Background: In late life, falls are associated with disability, increased health service utilization and mortality. Physical and psychological risk factors of falls include falls history, grip strength, sedative use, stroke, cognitive impairment, and mental ill-health. Less understood is the role of positive psychological well-being components. This study investigated the protective effect of vitality on the likelihood of falls in comparison to mental and physical health.
Methods: Female participants were drawn from the Dynamic Analyses to Optimise Ageing (DYNOPTA) harmonization project. Participants (n = 11,340) were aged 55–95 years (Mean = 73.68; SD = 4.31) at baseline and observed on up to four occasions for up to 13 years (Mean = 5.30; SD = 2.53).
Results: A series of random intercept logistic regression models consistently identified vitality's protective effects on falls as a stronger effect in the reduction of the likelihood of falls than the effect of mental health. Vitality is a significant predictor of falls likelihood even after adjusting for physical health, although the size of effect is substantially explained by its covariance with mental and physical heath.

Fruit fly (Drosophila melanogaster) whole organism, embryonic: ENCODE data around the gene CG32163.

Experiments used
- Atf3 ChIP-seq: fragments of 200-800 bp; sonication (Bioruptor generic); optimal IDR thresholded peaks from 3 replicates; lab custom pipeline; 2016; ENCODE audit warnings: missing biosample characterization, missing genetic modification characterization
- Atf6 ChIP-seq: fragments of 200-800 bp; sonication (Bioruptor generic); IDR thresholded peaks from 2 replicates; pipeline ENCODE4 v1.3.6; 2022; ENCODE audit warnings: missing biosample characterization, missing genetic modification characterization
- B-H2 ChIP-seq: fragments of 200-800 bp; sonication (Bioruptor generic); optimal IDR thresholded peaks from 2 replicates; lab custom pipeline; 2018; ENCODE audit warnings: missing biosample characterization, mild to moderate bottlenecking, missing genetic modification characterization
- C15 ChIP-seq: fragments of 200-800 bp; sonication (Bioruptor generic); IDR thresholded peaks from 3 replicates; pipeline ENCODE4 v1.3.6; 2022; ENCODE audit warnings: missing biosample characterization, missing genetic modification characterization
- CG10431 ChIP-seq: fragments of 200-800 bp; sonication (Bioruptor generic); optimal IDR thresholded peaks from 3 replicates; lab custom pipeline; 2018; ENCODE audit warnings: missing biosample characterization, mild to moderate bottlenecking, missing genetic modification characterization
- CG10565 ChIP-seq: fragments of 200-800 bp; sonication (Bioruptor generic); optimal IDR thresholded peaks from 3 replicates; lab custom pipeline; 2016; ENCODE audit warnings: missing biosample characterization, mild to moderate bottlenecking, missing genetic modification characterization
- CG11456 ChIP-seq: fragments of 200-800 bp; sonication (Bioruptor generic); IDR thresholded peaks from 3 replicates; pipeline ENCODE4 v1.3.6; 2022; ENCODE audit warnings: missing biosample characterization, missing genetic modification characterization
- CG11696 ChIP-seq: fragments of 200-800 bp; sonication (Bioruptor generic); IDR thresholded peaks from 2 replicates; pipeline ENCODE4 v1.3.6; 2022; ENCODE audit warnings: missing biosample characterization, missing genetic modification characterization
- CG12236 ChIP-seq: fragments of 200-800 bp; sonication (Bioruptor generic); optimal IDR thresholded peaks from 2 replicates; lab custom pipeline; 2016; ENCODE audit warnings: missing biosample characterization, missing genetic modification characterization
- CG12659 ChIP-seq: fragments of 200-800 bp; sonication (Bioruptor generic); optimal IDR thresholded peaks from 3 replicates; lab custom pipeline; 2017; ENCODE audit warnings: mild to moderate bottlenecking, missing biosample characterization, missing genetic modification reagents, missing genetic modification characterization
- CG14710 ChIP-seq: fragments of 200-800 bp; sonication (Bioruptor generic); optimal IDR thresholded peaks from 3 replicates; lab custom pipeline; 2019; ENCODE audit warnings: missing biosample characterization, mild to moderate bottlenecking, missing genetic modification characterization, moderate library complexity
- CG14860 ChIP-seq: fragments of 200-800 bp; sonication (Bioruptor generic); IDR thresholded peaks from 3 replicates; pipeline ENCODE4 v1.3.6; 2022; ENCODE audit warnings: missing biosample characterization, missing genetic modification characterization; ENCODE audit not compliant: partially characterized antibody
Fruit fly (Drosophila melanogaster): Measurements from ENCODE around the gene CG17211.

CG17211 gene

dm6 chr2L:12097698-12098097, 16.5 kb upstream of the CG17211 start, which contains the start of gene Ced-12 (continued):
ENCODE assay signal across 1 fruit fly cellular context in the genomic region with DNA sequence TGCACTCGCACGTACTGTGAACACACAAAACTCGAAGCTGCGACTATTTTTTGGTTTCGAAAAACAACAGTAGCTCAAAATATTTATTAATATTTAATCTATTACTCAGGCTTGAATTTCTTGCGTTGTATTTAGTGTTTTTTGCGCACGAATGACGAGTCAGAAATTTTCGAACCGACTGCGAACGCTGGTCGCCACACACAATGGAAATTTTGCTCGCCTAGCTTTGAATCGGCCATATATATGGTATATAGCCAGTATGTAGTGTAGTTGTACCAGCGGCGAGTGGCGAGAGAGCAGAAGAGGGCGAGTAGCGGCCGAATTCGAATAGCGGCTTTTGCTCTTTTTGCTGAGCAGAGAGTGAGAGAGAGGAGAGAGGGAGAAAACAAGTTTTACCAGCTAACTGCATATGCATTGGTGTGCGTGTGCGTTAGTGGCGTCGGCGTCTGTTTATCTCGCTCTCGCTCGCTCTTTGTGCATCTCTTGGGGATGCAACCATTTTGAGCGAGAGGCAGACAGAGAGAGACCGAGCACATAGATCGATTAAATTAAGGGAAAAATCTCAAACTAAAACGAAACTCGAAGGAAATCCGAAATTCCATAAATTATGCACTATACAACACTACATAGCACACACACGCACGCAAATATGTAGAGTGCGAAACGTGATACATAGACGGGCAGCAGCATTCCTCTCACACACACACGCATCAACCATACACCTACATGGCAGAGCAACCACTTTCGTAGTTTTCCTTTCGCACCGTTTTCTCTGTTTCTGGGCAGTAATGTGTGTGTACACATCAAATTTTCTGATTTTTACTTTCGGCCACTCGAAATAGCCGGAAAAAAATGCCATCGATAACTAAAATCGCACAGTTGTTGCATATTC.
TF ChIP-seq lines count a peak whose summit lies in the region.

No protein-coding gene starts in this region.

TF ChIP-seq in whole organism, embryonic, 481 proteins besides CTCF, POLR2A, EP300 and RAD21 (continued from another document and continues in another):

Conclusions: Vitality has significant protective effects on the likelihood of falls. In comparison with mental health, vitality reported much stronger protective effects on the likelihood to fall in comparison with the risk associated with poor mental health in a large sample of older female adults. Both physical health and mental health account for much of the variance in vitality, but vitality still reports a protective effect on the likelihood of falls.